I'm going to ask you to consider this scenario. Imagine that Mr Wang is a Catholic. Mr Wang reads this BT article. Mr Wang is horrified and deeply offended that at a public event in Singapore, images of Jesus have been juxtaposed with images of religious figures from other religions.

"These are all false idols!" cries Mr Wang. "How can they place Jesus together with these false idols!" (After all, in Christianity there is only one true God, and the rest are false idols - don't accuse me of being seditious now, I'm just telling you what the Bible says).

Being a good Catholic, Mr Wang immediately picks up the phone and calls the police to say, "I demand that you impound Sri Sri's passport and investigate him for deeply offensive offences under the Sedition Act!". And the dutiful police proceed to do so.

Think about it. Is this a possible scenario? Of course. What could happen next? I leave it to your imagination. Play out the permutations. Make them dramatic - since we're all just imagining.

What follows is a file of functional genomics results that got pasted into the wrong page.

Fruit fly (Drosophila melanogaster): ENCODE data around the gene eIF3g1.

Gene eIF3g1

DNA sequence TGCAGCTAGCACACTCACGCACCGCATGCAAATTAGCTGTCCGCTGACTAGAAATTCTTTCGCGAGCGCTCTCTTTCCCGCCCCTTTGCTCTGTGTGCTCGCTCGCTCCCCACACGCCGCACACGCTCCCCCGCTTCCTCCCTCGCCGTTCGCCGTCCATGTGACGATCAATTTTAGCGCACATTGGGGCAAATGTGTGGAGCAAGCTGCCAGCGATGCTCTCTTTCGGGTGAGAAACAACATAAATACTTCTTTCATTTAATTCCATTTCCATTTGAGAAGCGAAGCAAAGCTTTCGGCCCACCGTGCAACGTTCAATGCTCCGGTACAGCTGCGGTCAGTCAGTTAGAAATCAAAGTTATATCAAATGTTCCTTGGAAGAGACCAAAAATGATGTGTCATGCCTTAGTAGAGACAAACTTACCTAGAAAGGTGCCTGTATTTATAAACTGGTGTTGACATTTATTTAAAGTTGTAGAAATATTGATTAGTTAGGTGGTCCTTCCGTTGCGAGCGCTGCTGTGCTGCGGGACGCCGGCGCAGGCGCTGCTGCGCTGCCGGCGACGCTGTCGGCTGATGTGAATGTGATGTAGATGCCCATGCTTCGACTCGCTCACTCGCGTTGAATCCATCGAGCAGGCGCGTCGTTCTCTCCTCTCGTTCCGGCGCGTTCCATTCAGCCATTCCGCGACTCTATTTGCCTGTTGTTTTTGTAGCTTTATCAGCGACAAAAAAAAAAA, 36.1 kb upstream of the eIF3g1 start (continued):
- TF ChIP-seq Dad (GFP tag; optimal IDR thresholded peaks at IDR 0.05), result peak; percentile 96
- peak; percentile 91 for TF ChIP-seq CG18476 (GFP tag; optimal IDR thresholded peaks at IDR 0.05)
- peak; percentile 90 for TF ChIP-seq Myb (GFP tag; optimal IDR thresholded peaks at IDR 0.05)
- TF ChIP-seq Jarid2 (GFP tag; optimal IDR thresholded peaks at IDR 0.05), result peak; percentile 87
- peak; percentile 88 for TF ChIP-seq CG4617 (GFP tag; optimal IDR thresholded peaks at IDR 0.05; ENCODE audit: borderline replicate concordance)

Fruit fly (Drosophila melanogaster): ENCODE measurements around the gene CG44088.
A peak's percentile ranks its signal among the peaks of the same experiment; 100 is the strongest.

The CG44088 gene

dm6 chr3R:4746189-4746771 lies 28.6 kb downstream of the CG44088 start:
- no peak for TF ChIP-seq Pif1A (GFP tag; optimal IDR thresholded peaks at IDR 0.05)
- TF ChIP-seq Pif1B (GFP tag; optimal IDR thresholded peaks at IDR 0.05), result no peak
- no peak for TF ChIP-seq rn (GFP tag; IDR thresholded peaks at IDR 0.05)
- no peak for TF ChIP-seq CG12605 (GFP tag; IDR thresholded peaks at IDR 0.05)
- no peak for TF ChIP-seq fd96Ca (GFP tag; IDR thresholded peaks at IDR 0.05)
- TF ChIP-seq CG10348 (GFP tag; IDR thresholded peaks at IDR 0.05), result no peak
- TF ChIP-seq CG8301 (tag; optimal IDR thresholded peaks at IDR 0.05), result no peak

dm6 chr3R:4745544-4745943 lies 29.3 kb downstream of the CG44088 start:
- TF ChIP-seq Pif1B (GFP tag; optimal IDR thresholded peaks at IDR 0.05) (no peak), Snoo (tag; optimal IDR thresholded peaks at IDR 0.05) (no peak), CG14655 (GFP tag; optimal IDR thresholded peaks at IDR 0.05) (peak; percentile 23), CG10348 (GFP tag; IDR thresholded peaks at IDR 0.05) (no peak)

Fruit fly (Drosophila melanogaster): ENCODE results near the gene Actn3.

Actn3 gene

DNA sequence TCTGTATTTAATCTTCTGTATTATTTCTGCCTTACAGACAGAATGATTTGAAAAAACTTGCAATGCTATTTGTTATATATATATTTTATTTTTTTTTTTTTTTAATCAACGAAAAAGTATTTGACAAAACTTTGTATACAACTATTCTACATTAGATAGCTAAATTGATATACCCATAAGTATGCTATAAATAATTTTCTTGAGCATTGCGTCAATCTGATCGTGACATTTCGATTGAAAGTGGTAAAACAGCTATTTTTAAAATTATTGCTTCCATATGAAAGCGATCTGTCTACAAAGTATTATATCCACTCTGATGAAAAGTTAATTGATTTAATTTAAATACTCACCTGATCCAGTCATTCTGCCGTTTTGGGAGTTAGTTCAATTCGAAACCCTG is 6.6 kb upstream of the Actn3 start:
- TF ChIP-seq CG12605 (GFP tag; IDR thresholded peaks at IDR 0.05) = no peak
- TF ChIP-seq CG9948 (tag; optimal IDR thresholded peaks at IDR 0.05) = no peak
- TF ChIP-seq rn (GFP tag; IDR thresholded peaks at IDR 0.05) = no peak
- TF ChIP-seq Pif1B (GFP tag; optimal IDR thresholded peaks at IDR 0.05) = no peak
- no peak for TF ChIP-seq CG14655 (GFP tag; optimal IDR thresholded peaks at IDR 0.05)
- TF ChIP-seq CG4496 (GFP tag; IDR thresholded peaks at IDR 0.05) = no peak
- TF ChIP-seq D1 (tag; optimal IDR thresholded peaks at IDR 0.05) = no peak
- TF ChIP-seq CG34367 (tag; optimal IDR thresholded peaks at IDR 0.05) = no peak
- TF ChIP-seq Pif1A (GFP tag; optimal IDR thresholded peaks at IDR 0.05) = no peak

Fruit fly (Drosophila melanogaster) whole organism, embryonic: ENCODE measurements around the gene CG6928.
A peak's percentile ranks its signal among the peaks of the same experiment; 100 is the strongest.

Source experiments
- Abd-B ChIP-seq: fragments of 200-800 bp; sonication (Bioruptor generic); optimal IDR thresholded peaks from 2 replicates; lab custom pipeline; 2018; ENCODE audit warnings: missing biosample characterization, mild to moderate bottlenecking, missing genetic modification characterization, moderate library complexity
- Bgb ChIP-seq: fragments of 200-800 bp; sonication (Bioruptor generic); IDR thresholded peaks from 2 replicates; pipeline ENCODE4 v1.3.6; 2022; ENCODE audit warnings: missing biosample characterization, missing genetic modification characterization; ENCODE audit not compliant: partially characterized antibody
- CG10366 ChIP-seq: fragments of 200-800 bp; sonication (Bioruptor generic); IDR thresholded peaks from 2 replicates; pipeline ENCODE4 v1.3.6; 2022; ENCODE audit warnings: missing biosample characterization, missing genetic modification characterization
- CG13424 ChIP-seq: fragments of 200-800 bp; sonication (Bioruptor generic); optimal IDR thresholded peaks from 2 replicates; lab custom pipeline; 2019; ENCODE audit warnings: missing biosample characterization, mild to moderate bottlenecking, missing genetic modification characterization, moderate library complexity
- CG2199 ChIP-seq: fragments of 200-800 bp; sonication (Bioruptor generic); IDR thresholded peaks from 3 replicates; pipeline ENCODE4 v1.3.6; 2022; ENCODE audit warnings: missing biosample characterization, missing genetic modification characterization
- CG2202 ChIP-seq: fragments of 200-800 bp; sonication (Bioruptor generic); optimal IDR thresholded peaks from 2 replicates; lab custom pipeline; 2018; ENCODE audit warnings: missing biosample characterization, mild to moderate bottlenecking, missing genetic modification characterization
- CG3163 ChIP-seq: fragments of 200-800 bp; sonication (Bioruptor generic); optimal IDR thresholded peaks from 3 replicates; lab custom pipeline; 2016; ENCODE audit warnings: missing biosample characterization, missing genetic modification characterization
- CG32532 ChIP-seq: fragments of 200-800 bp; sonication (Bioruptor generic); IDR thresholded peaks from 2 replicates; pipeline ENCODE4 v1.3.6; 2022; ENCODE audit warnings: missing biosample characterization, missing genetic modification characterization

Imagine bewildered Sri Sri followers; angry Hindus (how come their deity is "false"?); offended Catholics; offended Buddhists ("what's so wrong about putting up a picture of the Buddha?"); and Falungong followers going, "See? See? The Singapore authorities are crazy! Even breathing exercises are not allowed!"

Then ask yourself - did things really work out better for Singapore ... because Mr Wang made that phone call to the police? And whatever your answer may be - isn't that the kind of society that we now seem to be drifting towards?

I'll let Sri Sri have the last word: